“With a dog’s fine nose we would have known right away,” says Ott, giving a pat to Nando, who has just been sniffing out other passengers. On duty, the sniffer dog breathes in and out again several hundred times per minute – inspections are much more stressful for him than for his handler. That’s why he gets to take a break after every case.

A nose for a partner

A young woman pushes past Nando – and he reacts in less than a second. He is trained not to bark, but instead to sit down immediately when he scents narcotics. His work here is done. Now it’s up to his human partners. But this time it was just a test: The presumed smuggler is a customs worker with a decoy in her bad. “The dogs need to experience success and be rewarded for their work in order to keep them motivated,” explains Ott.

Marijuana in the tea caddy

Without the assistance of the sniffer dogs, customs investigators would have an even harder time, because couriers are constantly thinking up new methods of smuggling forbidden substances into Germany. Crystal meth disguised in candy wrappers, cocaine in wheelchair tires or marijuana in tea caddies – there’s hardly any hiding place that Ott and Merk haven’t seen before in the line of duty. Norbert Merk’s most bizarre case is already some time ago. But he still remembers it exactly: “We were checking a plane that had come in from South America. I noticed a passenger who was acting very jittery. We had a quick word and asked her why she was coming to Germany, but she couldn’t give us any reason.” Then we conducted a thorough search of her luggage but came up empty-handed.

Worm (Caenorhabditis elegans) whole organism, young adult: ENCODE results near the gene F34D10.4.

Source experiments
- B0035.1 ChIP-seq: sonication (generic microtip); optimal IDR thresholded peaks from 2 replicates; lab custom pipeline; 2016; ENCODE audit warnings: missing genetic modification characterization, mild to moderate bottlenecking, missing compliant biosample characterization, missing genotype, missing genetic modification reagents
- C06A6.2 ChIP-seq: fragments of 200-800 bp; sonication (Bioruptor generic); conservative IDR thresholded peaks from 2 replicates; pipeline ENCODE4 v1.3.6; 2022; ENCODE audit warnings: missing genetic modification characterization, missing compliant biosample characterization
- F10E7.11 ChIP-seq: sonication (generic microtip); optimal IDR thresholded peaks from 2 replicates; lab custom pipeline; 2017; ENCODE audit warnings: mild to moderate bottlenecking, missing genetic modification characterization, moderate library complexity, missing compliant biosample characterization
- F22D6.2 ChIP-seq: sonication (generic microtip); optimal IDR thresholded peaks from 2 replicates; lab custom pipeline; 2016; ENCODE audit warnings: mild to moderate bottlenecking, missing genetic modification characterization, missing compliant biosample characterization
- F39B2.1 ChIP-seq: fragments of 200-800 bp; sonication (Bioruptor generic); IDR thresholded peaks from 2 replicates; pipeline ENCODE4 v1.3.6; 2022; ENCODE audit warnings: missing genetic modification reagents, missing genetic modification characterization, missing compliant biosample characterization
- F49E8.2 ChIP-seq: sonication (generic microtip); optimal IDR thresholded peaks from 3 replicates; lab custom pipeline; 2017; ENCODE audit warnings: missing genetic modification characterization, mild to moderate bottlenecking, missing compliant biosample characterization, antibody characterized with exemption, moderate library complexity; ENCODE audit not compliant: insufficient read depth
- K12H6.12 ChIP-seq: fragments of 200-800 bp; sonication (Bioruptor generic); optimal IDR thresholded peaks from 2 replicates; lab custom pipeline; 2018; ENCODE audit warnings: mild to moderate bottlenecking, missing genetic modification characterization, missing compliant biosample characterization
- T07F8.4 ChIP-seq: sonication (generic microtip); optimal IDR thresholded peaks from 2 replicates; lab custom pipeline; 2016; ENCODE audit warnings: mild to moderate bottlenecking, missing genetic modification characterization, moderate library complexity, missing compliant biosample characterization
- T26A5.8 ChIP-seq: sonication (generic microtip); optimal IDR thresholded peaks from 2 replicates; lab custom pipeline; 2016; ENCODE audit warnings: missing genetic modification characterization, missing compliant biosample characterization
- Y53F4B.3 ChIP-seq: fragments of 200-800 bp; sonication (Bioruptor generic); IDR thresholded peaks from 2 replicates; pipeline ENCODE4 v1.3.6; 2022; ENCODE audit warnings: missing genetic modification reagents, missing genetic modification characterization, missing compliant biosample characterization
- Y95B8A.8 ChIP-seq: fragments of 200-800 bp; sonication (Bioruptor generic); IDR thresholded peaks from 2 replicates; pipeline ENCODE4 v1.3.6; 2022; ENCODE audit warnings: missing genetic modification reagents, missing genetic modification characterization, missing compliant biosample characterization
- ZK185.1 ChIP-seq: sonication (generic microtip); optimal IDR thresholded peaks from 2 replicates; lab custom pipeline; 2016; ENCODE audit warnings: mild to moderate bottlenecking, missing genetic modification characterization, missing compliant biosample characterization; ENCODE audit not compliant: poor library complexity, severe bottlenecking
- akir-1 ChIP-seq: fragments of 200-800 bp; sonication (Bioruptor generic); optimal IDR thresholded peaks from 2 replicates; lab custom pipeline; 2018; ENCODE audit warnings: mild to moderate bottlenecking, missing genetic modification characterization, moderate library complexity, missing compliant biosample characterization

“I had a feeling that something wasn’t right, but we simply couldn’t find anything,” tells the Chief Customs Secretary. “We were this close to letting her go on her way when one of our colleagues noticed a rustling sound coming from her hair.” Closer examination revealed an incredible discovery: The woman was wearing a wig with unnaturally lush, full hair. In total, she had half a kilo of cocaine plaited into her hair.

In such cases, there can be no substitute for customs officers’ instincts and experience. As they can’t check every plane that lands in Munich, the plainclothes surveillance group makes its picks at random. It pays particular attention to flights from countries known as potential drug trafficking hotspots, such as South America and Africa. “We don’t have profiles or patterns that we can rely on. There’s no such thing as a typical courier. We could also decide to check every fifth person who comes along, but when you’re looking for drugs a lot of it has to do with simple intuition,” says Ott. “It’s like looking for a needle in a haystack – and sometimes success comes down to just a feeling.”

*Names have been changed

Suddenly, we heard a rustle coming from her hair.

Norbert Merk*

Chief Customs Secretary, Munich Airport

  • Hunting for drugs: Nando, a German Shorthaired Pointer, breathes in and out again several hundred times per minute – inspections are much more stressful for him than for his handler
  • Transparency at work: An investigator examines a suspect’s luggage